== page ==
• Judicial Scrutiny: The tests laid down by the Supreme Court — a permissible law, a legitimate state interest and proportionality has not been rigorously examined due to lack of deliberation in Parliament.
    • If an individual’s refusal to submit the detail is deemed unacceptable, it may result in loss of franchise. Therefore, the measure may fail the test of proportionality.
  • Profiling Concerns: There are allegations that the government would be able to use voter identity details for “profiling the citizens”.
Can individual votes be tracked that way?
  • While individual identification of voting choices may not be possible with the linkage of Aadhaar with voter IDs, it will lead to profiling.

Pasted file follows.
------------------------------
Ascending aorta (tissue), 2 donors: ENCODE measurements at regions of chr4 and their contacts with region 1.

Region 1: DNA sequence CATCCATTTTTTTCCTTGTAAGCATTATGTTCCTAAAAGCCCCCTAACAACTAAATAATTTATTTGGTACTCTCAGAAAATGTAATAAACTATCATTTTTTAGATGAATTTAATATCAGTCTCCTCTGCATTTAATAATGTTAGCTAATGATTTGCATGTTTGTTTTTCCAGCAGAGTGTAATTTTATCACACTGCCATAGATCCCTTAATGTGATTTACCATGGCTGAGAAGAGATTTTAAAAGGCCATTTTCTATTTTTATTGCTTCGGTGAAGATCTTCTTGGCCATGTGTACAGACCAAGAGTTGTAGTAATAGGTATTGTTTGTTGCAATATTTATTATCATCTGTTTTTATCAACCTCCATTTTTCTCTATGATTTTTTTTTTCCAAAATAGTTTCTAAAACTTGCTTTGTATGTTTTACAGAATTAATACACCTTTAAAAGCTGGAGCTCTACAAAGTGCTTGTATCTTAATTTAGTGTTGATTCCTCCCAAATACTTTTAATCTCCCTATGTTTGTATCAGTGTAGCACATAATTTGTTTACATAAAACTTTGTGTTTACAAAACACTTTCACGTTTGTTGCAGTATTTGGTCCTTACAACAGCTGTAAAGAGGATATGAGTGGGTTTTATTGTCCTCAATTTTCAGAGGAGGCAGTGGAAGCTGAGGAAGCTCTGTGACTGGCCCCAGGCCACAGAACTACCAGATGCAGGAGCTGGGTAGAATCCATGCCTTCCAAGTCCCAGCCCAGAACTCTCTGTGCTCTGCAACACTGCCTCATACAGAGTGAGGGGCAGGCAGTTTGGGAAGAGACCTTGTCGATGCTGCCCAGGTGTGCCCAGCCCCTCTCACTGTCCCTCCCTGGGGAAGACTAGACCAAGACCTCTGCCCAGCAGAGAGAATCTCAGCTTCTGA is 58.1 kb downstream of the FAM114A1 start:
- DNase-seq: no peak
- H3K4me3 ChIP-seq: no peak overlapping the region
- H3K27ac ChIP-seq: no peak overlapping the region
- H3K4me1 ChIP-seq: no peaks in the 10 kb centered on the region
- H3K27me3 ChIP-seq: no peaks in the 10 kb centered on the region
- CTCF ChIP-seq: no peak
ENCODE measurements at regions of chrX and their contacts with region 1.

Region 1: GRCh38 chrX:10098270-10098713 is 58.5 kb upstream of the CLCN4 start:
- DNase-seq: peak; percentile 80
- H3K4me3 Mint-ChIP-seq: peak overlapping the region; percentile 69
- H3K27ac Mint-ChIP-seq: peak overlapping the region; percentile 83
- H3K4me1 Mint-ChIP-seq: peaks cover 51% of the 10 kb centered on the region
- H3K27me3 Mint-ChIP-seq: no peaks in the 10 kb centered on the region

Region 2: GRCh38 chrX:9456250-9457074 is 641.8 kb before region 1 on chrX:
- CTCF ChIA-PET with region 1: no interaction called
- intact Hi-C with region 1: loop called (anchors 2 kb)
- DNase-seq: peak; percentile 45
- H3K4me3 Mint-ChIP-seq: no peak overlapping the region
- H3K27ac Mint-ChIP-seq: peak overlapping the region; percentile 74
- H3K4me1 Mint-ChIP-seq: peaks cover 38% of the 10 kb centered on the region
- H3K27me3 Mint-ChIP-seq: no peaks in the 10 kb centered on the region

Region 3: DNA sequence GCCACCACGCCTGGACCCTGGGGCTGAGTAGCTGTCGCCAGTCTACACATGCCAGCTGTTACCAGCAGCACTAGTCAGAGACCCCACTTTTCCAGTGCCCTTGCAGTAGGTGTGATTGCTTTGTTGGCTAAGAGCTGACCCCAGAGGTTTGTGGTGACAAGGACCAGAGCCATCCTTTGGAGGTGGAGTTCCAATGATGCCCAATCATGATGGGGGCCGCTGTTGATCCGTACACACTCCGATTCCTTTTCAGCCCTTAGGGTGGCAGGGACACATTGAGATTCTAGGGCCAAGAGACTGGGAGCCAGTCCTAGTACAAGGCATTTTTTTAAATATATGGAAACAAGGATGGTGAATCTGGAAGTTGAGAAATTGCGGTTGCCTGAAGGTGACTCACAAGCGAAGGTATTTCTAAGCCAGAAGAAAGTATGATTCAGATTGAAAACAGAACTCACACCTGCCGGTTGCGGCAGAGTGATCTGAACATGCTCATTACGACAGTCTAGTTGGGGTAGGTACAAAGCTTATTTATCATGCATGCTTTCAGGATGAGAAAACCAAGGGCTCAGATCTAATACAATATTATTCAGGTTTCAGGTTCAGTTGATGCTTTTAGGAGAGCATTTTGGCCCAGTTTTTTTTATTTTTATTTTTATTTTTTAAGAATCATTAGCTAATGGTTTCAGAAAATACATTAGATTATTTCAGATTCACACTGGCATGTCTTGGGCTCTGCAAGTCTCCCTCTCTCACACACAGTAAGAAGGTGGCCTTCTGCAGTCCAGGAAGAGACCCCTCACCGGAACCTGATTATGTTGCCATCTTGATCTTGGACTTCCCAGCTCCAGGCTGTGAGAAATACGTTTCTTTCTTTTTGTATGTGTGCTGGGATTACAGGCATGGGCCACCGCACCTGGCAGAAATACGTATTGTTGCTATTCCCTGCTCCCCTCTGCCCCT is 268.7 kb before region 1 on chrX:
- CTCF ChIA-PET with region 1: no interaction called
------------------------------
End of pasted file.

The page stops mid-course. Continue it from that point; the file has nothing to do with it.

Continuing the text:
• Verification of a person’s identity is separate from the capturing of the identity which is already happening in booths when a person goes to vote.
  • But it may help the government link it to other services where larger schemes may be designed based on the data
Way Forward
  • Even as the amendments have been made and the EC has launched a campaign for linkage, a writ petition has filed with the Supreme Court challenging the same.
  • it is important that the government clarifies through correction in Form 6B that the linking is not mandatory and expedites the enactment of a data protection legislation that allays concerns of unauthorised processing of personal data held by the government.

Mains Practice Question –What challenges do you foresee in linking Aadhar with Voter’s ID card? What measures would you suggest to overcome these challenges?

Note: Write answers to this question in the comment section.